Our Views: Technology answered storm

We’re all heard about the perils and promise of online learning, but after a huge winter storm visited south Louisiana, learning from one’s laptop became a necessity for some.

When severe weather forced area school campuses to close, St. Joseph’s Academy held virtual classes, assigning students to complete lessons and email them to teachers. It was a natural expedient for a Baton Rogue school where all students are issued laptops and already do much of their learning on the Web.

St. Joseph’s is certainly not alone in following that trend. The Internet is second nature for today’s generation of students, and throughout south Louisiana, people of all ages were able to conduct many forms of business from home when the weather kept residents away from their traditional workplaces.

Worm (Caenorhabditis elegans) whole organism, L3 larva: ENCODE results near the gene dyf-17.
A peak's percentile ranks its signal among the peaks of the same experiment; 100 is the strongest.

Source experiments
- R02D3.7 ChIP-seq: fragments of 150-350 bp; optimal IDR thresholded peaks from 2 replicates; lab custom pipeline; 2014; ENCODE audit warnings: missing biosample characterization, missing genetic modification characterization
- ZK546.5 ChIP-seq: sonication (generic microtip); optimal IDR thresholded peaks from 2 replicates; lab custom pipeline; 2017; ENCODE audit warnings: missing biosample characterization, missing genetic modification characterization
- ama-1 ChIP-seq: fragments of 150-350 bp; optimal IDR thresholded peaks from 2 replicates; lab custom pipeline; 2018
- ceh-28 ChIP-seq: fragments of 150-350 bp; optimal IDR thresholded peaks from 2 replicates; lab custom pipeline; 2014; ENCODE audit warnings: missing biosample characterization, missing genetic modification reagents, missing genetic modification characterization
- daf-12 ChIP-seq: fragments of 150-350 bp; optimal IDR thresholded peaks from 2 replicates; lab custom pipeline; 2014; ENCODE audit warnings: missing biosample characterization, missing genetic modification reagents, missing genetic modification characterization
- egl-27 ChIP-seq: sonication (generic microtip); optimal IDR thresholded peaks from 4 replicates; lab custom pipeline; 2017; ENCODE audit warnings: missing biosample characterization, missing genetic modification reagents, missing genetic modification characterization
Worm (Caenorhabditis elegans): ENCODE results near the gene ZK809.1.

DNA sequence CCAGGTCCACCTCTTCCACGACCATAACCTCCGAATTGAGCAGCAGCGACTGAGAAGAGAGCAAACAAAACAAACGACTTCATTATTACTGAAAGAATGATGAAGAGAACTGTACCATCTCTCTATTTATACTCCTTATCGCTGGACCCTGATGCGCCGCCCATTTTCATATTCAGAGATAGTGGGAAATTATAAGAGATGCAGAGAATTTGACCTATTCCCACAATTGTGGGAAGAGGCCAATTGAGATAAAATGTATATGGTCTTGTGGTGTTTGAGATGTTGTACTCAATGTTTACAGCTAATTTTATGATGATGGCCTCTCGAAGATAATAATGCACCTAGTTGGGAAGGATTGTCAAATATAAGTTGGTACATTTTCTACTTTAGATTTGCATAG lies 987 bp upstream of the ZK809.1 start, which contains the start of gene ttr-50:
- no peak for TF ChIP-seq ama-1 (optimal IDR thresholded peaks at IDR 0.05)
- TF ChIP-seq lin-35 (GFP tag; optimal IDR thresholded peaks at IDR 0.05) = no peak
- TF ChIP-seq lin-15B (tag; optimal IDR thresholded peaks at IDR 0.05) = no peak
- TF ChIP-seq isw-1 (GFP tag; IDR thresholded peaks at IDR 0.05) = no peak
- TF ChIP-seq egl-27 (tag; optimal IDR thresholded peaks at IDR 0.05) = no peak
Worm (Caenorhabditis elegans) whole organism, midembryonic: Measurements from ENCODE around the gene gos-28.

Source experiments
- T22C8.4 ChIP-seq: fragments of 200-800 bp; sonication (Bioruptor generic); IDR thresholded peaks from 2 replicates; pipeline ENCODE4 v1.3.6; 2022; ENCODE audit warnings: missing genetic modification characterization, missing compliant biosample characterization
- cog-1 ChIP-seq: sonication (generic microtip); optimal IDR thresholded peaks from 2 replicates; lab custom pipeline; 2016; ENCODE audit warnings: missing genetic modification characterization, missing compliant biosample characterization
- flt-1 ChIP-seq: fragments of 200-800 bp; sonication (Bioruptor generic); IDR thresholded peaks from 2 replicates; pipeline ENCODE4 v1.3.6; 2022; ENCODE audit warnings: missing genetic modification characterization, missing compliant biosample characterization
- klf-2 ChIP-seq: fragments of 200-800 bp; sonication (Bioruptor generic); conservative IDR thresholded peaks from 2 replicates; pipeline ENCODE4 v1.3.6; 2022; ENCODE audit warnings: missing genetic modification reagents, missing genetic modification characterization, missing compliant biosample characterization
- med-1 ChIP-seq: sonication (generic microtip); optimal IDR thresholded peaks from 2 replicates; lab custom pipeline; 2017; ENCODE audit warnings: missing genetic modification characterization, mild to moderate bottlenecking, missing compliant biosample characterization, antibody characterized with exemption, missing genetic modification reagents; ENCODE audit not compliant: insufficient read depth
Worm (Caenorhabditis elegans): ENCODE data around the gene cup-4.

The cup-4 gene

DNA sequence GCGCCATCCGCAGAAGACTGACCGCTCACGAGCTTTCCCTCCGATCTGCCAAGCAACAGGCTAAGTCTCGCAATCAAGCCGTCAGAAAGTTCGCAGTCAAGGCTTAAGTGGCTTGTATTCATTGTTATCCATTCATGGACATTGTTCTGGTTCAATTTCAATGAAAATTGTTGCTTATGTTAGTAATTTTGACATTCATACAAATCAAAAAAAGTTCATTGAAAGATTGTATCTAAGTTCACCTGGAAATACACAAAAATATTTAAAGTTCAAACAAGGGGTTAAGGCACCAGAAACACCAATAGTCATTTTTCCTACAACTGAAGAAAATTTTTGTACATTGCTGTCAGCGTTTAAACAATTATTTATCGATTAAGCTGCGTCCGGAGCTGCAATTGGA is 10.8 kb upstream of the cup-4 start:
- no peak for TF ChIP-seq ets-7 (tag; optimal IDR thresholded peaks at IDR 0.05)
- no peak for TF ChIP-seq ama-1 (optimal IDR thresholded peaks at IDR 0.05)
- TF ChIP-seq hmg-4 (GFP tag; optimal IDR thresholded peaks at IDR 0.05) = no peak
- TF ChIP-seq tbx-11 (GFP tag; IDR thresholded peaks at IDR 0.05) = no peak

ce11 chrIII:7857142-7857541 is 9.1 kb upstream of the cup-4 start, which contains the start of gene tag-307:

The storm reminded us, though, that not all or even most of our professional and academic obligations can be handled virtually. After days of traffic hazards, the opportunity to physically commute to work and school seemed a welcome one.

There’s no exact substitute, apparently, for the personal engagement that comes from seeing a co-worker, classmate or teacher face to face.

The technology that allowed south Louisiana to remain connected through the storm was a wonderful thing. The storm’s disruption reminded us, though, that in the world of the future, there will still be a place for the traditional campus, the familiar office.